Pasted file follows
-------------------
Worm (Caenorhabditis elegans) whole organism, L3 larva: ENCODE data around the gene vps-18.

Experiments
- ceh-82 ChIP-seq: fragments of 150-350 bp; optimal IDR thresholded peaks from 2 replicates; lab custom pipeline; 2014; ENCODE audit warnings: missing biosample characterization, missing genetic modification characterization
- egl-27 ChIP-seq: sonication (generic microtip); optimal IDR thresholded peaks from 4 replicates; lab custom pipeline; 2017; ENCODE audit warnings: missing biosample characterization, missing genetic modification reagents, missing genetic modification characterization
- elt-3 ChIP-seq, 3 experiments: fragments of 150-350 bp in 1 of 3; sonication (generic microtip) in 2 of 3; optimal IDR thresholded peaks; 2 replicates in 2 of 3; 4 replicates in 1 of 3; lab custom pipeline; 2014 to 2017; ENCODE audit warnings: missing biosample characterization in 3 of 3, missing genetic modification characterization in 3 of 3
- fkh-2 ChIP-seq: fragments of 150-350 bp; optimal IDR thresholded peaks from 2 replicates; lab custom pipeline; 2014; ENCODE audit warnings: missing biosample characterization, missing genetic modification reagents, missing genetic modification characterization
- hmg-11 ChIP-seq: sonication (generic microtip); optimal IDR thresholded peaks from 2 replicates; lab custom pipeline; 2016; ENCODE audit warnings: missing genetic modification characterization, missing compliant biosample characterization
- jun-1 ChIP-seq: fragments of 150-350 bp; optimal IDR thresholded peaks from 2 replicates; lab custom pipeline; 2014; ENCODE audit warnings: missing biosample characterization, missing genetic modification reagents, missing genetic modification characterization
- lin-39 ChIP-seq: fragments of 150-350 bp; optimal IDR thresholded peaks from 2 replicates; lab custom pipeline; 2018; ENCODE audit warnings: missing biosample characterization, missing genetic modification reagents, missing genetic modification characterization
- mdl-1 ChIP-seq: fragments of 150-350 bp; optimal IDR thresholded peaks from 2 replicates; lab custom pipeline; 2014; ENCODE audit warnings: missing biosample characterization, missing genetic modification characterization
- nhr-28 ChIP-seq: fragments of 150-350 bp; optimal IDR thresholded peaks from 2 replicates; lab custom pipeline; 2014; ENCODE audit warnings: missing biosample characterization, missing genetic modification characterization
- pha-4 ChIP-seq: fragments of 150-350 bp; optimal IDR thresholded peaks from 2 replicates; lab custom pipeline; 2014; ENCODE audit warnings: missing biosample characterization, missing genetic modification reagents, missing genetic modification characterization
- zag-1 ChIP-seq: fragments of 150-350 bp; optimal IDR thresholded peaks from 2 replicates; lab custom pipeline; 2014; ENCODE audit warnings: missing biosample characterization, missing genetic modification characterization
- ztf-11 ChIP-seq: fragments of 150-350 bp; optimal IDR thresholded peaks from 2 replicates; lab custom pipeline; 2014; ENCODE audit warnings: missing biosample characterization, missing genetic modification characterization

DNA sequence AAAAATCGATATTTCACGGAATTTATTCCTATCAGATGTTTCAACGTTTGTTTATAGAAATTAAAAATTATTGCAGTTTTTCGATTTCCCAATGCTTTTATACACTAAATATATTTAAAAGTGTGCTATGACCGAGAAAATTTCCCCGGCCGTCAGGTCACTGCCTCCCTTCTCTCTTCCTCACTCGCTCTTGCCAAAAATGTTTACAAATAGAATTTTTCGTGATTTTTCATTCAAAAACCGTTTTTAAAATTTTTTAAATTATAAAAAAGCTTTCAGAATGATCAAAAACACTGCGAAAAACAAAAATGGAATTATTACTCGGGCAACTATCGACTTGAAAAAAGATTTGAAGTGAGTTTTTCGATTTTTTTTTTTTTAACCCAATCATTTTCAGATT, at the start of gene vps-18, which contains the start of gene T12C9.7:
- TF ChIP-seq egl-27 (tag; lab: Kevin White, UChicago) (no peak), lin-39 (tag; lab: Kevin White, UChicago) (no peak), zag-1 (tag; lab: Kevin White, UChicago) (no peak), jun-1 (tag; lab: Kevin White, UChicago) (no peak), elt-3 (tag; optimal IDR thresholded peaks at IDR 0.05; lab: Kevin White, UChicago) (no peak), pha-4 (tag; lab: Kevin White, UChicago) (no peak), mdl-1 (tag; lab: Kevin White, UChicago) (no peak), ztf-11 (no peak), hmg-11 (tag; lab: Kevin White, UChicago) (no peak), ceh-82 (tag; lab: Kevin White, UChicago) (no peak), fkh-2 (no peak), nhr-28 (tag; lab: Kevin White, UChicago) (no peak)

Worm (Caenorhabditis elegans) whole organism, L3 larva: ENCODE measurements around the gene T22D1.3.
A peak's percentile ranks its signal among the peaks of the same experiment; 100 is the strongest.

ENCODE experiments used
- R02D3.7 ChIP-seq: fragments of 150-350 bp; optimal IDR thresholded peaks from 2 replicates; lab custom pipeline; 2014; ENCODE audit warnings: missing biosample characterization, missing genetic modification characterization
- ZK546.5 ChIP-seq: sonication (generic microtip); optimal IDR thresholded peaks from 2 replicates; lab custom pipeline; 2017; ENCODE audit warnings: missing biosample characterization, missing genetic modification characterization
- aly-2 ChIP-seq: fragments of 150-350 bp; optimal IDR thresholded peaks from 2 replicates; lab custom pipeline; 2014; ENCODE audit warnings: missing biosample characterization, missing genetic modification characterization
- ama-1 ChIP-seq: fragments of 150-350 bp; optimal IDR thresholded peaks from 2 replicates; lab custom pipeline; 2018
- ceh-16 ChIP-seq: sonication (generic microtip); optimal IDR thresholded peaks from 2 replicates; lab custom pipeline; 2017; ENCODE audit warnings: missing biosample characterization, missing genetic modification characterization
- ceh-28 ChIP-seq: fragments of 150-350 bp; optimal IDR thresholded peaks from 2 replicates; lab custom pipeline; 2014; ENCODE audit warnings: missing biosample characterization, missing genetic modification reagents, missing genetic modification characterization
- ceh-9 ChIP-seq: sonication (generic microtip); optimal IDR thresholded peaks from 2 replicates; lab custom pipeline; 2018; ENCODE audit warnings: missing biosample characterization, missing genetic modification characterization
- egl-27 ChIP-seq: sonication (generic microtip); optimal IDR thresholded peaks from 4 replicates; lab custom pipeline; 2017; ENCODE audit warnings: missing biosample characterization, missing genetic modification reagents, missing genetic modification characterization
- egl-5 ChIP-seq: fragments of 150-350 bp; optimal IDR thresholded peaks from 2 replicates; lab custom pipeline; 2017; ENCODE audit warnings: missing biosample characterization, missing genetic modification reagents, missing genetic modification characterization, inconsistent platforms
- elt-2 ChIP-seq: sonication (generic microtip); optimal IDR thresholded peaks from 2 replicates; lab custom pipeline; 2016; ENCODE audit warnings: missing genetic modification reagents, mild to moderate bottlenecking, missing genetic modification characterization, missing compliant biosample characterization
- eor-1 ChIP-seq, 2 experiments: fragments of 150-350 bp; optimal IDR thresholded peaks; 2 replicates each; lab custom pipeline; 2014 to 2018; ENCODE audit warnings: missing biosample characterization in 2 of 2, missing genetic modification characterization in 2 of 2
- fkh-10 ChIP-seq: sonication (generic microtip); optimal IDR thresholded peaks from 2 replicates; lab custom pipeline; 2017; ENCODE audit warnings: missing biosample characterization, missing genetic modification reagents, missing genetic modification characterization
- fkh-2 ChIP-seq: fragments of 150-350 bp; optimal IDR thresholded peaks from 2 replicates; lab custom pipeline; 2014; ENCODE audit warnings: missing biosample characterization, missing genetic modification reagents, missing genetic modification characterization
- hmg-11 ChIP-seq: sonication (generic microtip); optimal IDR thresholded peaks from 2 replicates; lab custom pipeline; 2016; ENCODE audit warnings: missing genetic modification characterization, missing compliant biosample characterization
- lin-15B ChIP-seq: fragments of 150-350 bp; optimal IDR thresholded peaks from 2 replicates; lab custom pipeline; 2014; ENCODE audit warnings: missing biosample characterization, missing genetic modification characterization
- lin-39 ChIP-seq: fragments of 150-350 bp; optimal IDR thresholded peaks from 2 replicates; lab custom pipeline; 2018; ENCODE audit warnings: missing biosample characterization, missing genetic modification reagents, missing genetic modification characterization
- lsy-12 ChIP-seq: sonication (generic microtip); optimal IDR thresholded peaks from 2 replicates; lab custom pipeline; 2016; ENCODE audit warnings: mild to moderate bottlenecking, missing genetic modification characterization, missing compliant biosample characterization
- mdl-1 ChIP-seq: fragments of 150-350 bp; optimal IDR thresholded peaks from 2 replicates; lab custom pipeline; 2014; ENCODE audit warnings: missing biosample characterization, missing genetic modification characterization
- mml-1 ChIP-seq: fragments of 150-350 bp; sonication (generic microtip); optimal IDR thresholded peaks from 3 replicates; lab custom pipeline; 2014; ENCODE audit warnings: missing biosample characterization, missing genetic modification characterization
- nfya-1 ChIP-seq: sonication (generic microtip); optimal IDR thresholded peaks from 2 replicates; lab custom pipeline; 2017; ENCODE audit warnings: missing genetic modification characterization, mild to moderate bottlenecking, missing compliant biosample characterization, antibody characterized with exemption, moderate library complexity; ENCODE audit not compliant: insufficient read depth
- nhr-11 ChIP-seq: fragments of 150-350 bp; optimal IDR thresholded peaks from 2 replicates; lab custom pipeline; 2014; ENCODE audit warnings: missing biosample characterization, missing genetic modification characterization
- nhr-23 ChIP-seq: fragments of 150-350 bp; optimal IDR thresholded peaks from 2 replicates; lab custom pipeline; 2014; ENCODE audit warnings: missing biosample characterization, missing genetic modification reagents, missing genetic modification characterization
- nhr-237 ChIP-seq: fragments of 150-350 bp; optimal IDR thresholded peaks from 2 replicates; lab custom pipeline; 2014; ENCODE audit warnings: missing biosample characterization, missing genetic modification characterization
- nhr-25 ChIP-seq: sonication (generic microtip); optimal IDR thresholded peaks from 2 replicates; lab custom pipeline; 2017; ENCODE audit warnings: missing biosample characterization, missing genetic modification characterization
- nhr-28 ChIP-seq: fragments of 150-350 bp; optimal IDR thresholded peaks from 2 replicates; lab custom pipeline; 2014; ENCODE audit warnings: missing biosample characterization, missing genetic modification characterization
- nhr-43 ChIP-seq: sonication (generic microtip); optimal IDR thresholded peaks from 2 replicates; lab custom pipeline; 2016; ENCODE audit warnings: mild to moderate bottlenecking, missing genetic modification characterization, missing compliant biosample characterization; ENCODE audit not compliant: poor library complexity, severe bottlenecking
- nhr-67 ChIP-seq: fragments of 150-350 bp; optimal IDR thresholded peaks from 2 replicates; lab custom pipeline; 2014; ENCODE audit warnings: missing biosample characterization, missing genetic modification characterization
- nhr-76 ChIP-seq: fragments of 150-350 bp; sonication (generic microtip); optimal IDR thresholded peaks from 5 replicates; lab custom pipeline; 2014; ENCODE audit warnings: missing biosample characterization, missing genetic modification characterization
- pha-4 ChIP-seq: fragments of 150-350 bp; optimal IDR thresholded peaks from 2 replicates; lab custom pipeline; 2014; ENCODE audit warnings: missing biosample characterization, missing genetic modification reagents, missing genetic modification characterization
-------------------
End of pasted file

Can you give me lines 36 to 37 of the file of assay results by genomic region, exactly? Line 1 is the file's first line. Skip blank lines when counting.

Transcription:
- lsy-12 ChIP-seq: sonication (generic microtip); optimal IDR thresholded peaks from 2 replicates; lab custom pipeline; 2016; ENCODE audit warnings: mild to moderate bottlenecking, missing genetic modification characterization, missing compliant biosample characterization
- mdl-1 ChIP-seq: fragments of 150-350 bp; optimal IDR thresholded peaks from 2 replicates; lab custom pipeline; 2014; ENCODE audit warnings: missing biosample characterization, missing genetic modification characterization